• Support PF! Buy your school textbooks, materials and every day products Here!

Absolute Value Integral Proof

  • Thread starter katia11
  • Start date
  • #1
18
0

Homework Statement


Prove that, if f is continuous on [a,b] and

ab= l f(x) l dx = zero

then f(x) = 0 for all x in [a ,b].



Homework Equations


Hint- from book-
Section 2.4 Exercise 50
Let f and g be continous at c. Prove that if:
(a) f(c) > o, then there exists delta > o such that f(x) > 0 for all x E (c- delta, c + delta)
(b) f(c) < o, then there exists delta > o such that f(x) < 0 for all x E (c- delta, c + delta)
(c) f(c) < g(c) , then there exists delta > o such that f(x) < g(x) for all x E (c- delta, c + delta)


The Attempt at a Solution



I understand what we are trying to prove, I can visualize it, but I have NO idea what the "hint" has to do anything. I'm really not a "math person" I discovered. That is a terrible realization. I'm not just looking for the answer though, I just have no idea where to start and proofs scare me.
 

Answers and Replies

  • #2
VietDao29
Homework Helper
1,423
2

Homework Statement


Prove that, if f is continuous on [a,b] and

ab= l f(x) l dx = zero

then f(x) = 0 for all x in [a ,b].



Homework Equations


Hint- from book-
Section 2.4 Exercise 50
Let f and g be continous at c. Prove that if:
(a) f(c) > o, then there exists delta > o such that f(x) > 0 for all x E (c- delta, c + delta)
(b) f(c) < o, then there exists delta > o such that f(x) < 0 for all x E (c- delta, c + delta)
(c) f(c) < g(c) , then there exists delta > o such that f(x) < g(x) for all x E (c- delta, c + delta)


The Attempt at a Solution



I understand what we are trying to prove, I can visualize it, but I have NO idea what the "hint" has to do anything. I'm really not a "math person" I discovered. That is a terrible realization. I'm not just looking for the answer though, I just have no idea where to start and proofs scare me.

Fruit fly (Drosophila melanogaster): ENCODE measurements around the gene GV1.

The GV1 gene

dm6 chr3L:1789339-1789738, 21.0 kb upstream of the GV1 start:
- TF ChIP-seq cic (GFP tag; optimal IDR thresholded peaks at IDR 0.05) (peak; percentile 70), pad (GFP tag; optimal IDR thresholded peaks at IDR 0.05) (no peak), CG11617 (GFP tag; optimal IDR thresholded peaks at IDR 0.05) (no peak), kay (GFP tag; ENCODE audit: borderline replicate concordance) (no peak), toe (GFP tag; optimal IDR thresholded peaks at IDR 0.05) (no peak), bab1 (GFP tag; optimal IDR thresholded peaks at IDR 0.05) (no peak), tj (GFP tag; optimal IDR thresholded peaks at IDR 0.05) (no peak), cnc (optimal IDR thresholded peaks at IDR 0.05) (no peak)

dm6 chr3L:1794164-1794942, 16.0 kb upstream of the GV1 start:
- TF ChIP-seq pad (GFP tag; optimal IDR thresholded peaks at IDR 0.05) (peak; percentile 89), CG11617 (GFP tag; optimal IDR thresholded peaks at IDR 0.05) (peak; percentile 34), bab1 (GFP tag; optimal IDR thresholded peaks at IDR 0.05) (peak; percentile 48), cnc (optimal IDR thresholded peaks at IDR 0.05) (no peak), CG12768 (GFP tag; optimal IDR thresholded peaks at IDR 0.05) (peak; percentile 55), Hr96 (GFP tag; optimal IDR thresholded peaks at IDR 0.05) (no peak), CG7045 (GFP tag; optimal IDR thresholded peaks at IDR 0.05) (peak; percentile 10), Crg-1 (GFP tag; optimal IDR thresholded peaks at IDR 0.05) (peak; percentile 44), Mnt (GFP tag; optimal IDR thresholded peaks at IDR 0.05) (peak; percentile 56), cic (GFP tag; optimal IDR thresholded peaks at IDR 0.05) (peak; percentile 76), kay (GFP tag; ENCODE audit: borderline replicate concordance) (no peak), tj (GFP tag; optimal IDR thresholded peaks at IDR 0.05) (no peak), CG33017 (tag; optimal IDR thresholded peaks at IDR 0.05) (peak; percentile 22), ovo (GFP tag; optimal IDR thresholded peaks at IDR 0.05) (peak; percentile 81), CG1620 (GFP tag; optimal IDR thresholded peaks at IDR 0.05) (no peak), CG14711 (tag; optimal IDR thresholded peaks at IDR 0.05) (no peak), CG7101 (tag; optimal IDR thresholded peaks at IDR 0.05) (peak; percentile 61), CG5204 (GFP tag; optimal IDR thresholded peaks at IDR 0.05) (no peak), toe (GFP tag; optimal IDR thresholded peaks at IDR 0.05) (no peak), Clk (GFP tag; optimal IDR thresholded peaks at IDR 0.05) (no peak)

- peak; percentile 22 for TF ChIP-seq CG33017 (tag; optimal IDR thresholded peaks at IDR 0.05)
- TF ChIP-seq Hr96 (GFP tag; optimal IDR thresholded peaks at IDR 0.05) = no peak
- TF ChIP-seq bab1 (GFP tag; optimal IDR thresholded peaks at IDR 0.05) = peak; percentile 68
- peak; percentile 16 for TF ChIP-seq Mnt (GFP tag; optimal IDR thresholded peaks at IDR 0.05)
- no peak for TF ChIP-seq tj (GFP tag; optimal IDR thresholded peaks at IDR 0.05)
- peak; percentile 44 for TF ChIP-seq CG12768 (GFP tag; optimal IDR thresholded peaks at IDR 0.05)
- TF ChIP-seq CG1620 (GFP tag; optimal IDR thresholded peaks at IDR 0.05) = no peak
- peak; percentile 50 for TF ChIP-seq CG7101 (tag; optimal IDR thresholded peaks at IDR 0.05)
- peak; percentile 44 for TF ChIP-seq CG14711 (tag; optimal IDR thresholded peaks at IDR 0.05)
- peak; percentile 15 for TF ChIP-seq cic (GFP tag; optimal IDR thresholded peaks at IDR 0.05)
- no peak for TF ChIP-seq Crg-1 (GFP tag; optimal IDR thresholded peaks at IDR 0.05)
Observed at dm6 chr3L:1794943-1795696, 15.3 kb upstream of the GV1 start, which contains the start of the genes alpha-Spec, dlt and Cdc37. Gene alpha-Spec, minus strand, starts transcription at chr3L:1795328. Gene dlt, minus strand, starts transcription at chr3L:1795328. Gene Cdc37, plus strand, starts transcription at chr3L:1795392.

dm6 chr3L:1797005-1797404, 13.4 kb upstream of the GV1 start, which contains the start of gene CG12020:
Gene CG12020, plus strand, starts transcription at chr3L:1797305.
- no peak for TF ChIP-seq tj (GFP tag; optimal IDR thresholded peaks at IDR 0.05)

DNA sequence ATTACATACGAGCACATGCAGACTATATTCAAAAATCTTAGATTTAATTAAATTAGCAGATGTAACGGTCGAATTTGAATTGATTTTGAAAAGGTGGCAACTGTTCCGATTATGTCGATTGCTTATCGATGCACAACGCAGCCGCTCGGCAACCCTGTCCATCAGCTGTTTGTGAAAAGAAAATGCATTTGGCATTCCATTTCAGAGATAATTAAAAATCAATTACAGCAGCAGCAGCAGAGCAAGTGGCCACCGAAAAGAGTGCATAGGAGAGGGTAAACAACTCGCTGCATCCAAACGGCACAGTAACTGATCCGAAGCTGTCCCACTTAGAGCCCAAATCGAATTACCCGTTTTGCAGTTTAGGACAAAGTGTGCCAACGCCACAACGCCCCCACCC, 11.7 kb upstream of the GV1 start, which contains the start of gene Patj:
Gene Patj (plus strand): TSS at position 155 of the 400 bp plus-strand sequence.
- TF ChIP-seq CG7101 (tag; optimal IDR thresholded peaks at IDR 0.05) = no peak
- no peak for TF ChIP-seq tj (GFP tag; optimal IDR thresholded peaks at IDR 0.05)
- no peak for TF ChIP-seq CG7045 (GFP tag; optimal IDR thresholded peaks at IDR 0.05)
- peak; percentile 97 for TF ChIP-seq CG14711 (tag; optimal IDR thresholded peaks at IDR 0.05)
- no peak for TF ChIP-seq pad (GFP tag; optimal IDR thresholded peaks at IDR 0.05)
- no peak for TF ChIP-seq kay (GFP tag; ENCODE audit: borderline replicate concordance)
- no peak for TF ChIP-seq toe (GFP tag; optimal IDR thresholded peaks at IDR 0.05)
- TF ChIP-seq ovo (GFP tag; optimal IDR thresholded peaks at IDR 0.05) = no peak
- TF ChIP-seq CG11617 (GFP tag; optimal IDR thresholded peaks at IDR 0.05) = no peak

The hint tells you that:
  • If f(c) < 0. Then f(x) < 0, for x close enough to c.
  • If f(c) > 0. Then f(x) > 0, for x close enough to c.

Can you prove these two hints? These two are very useful when dealing with continuous functions.

Well, when tackling some problem with so little information like this, one should think right about: Proof by Contradiction. There's a small property (theorem) that you should know:
[tex]\mbox{If } f \mbox{ is continuous, then } |f| \mbox{ is also continuous.}[/tex]​

The theorem above should be easy to prove using delta-epsilon method. Let's see if you can get it.

Ok, so back to the main problem. As I said earlier, you should use Proof by Contradiction. I'll give you a little push.

Assume that: [tex]\exists c \in [a; b] : |f(c)| \neq 0[/tex], so, what can you say about the value of |f(x)|, when x is close enough to c?
 

Related Threads on Absolute Value Integral Proof

  • Last Post
Replies
2
Views
2K
  • Last Post
Replies
2
Views
10K
  • Last Post
Replies
2
Views
7K
  • Last Post
Replies
1
Views
2K
  • Last Post
Replies
1
Views
978
  • Last Post
Replies
1
Views
785
  • Last Post
Replies
1
Views
747
  • Last Post
Replies
1
Views
3K
  • Last Post
Replies
4
Views
1K
Replies
1
Views
2K
Top